Here, we want to raise awareness what might happen in school contexts. For this, we have a few examples.
The role of teacher expectations
The role of teacher expectations:
A study in Berlin by the BIM 2017 has shown that teacher biases can have direct effect on the success on pupils. Teachers had lower expectations towards certain groups of migrant children. Consequently, they did not interact with them as often as others.
Another study by the University of Mannheim 2018 showed that prospective teachers gave different grades to different „names“ of pupils. They had to correct exactly the same essay, one with the name „Max“ and one with the name „Murat“. „Murat“ got worse grades in average than „Max“.
> So here, it shows how important it is to have anti-bias trainings for teacher students.
Research shows, that even the threat of a stereotype might have a direct impact on the performance of students, since it takes a lot of thoughts and energy to fight possible stereotypes!
Biases towards migrated parents
During our PARENTable project, newly migrated parents told us their experiences. Some voices are here:
It was a history lesson, and a teacher said something like “the refugees who run away”. After the class, my daughter asked me: ‘Mom why did we run away and why we are we here’ and she was really offended by this. And it was difficult for me how to describe the situation for her. She is too young to understand this.
When my husband went to school, the teachers there said to his daughter: 'She is excellent. There is no problem at all. Everything is going very well, she does everything that needs to be done’. (...) And whenever we ask them how to motivate her more, they tell us everything is fine. But it's clearly not. There should be honesty when they give us feedback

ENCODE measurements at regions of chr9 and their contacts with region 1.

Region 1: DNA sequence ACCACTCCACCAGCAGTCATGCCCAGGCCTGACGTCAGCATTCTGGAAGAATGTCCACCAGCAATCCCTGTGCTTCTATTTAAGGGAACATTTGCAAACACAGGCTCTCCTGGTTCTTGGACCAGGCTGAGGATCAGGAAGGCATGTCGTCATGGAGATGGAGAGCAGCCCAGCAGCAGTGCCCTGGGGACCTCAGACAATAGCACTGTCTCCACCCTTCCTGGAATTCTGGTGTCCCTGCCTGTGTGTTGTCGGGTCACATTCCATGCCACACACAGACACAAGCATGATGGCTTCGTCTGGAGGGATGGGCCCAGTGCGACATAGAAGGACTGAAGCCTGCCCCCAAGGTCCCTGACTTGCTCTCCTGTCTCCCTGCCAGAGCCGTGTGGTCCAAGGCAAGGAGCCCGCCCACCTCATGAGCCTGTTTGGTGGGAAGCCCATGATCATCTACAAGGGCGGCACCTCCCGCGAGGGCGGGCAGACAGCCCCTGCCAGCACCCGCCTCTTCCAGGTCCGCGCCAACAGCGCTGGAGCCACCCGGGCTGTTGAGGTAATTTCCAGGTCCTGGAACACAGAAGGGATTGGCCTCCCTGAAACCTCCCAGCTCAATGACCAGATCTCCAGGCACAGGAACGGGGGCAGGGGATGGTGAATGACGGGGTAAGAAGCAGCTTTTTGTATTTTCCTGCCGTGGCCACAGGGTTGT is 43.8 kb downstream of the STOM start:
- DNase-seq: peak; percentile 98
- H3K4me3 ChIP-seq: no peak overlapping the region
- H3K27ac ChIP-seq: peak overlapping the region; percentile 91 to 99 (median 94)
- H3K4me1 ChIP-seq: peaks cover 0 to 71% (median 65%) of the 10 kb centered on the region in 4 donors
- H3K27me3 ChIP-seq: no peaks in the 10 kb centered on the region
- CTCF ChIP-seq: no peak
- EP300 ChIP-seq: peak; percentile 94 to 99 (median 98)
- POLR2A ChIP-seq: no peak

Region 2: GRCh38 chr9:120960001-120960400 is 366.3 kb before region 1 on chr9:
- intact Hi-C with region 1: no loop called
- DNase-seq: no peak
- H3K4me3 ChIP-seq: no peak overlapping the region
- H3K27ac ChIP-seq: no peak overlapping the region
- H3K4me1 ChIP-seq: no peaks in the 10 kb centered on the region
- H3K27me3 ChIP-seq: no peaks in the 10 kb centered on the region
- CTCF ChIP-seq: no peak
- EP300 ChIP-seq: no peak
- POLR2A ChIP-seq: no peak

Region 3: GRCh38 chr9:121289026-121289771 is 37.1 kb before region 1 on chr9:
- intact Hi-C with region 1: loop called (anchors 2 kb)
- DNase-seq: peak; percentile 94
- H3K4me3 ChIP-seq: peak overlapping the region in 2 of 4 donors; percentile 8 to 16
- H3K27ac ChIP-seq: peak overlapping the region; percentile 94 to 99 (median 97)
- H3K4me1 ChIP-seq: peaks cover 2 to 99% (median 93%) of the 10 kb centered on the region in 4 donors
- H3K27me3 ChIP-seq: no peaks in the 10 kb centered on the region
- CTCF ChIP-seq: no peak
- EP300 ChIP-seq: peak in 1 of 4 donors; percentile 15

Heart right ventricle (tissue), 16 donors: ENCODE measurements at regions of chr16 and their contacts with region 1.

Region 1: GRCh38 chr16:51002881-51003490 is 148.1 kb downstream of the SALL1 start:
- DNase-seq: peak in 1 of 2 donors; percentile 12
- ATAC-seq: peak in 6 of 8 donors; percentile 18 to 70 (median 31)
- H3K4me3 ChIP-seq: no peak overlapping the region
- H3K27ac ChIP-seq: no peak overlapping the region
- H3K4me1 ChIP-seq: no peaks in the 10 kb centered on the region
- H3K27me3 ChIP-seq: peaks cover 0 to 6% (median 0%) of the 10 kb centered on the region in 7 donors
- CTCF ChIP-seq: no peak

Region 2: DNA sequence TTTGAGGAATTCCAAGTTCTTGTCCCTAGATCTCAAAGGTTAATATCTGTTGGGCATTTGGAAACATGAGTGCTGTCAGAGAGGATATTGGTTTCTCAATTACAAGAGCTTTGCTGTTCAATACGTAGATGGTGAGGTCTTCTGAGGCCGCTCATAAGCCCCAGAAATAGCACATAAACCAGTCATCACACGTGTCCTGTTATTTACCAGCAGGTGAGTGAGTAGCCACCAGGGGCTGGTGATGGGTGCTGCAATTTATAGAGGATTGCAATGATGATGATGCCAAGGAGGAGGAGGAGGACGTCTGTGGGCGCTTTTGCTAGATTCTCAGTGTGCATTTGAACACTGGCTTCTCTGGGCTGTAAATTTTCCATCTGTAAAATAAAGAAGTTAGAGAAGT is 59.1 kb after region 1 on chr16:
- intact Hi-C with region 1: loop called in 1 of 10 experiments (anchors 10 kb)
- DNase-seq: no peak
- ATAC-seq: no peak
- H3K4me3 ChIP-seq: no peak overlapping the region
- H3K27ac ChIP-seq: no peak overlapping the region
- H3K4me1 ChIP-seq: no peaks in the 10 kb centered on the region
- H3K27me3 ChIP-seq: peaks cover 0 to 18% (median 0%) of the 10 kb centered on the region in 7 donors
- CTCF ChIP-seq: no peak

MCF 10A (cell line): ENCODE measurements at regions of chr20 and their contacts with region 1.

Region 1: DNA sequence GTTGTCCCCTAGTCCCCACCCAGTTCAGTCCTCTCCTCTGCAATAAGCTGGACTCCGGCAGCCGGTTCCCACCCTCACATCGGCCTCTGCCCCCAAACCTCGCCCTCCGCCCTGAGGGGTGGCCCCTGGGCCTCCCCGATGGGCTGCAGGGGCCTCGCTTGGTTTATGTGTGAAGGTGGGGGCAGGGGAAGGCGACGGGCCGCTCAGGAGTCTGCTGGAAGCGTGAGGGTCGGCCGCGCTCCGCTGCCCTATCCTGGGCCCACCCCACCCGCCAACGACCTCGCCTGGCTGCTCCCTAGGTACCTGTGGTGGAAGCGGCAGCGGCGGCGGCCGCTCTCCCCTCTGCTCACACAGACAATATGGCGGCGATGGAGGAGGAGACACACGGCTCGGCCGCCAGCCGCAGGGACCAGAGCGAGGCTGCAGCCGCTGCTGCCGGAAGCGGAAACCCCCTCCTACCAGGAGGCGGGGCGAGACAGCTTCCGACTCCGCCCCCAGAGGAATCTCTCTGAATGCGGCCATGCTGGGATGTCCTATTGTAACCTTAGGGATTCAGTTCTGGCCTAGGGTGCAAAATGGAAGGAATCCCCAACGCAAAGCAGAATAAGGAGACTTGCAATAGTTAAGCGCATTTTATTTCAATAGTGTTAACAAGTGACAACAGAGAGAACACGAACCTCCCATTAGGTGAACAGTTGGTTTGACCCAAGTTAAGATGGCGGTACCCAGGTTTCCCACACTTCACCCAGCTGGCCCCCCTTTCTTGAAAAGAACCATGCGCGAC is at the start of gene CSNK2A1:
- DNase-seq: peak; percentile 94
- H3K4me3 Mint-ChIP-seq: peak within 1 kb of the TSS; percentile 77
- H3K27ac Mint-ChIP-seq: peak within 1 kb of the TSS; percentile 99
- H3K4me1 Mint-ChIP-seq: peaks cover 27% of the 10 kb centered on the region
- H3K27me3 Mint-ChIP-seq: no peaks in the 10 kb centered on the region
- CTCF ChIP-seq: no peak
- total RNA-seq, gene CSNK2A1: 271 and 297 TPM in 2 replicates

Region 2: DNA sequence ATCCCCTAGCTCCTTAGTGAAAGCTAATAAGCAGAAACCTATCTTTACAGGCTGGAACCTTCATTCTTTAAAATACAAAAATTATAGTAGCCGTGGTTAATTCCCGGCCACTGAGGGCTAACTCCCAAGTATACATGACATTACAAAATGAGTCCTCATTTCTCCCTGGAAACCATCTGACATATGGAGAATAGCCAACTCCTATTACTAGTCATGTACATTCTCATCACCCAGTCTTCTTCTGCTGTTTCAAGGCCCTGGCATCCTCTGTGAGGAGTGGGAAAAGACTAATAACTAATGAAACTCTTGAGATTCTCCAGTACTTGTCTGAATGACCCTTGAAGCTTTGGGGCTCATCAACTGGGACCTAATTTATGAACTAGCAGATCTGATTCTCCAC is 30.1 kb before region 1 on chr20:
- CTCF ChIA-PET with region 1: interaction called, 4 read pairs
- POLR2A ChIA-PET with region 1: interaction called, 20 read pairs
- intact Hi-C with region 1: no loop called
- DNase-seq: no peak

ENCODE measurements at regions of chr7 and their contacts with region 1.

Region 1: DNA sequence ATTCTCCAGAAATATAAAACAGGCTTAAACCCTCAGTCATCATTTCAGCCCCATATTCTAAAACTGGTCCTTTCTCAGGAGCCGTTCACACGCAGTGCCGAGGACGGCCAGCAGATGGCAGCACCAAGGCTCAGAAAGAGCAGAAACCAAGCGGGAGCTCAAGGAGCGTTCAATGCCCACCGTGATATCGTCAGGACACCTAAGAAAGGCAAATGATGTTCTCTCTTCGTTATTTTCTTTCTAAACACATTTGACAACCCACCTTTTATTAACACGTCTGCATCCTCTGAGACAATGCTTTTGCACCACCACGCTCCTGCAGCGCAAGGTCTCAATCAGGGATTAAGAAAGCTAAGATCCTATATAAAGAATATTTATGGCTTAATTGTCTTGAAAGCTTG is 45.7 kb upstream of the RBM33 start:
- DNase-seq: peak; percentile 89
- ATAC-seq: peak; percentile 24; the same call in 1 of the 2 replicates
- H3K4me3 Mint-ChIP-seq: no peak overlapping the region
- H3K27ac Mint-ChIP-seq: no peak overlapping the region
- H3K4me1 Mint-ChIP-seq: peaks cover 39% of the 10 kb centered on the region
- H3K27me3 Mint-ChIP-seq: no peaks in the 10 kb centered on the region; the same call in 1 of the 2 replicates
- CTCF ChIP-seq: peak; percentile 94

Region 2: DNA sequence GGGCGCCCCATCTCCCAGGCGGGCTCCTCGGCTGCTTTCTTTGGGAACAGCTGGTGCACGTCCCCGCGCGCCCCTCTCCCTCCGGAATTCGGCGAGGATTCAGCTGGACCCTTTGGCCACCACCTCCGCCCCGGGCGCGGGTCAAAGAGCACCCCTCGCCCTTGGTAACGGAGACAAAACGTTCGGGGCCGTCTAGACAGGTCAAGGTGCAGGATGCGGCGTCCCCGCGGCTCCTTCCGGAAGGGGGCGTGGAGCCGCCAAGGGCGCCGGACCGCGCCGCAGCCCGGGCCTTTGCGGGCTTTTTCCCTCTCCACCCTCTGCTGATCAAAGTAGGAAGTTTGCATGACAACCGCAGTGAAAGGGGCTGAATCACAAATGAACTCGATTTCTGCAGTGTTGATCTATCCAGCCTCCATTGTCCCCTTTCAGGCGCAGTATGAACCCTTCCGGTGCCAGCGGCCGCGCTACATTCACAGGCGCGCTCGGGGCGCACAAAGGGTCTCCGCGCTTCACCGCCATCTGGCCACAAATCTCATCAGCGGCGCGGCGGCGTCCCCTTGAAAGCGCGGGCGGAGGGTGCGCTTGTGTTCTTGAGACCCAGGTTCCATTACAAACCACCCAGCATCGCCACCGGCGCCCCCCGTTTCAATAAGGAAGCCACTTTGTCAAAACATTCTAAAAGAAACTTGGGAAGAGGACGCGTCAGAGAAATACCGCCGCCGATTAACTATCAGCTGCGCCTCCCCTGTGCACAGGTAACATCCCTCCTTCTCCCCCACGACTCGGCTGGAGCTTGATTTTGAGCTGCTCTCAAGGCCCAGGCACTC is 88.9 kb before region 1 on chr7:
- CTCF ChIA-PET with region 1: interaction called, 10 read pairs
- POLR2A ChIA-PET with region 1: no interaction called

And now that I have learned some German, I introduce myself like this at parental evenings: 'I am a physics and chemistry teacher’. And I can see their astonishment and how their look changes. They have a wrong opinion about us.
And then parents and teachers look at me, they look at how I am dressed, how my daughter is dressed, how I take care of her. These are all things they notice. (…) Then the teachers ask a lot of information to my daughter about us, about how we live at home.
If I knew the language better, I would explain them in detail, but I prefer now to stay silent.
These parents found different strategies how to fight these biases.
They directly started to talk to people, they explained their situation, they confronted the school officials. But it is important to raise awareness for these stories so they don‘t happen again!
Exercise: The danger” of the single Story”
This video gives you a better understanding how we all grow up with biases.
What about you?
Which children's books did you read? Who were the characters? Did they consist of "single stories"? Could you see yourself in it?
When did you have a single story of others in your head in school context?
When were you affected by a "single story" on you (as parents, as teachers, etc.)?
What was your feeling and reaction?
How did you react with situations of single stories as teachers and parents? What were your strategies?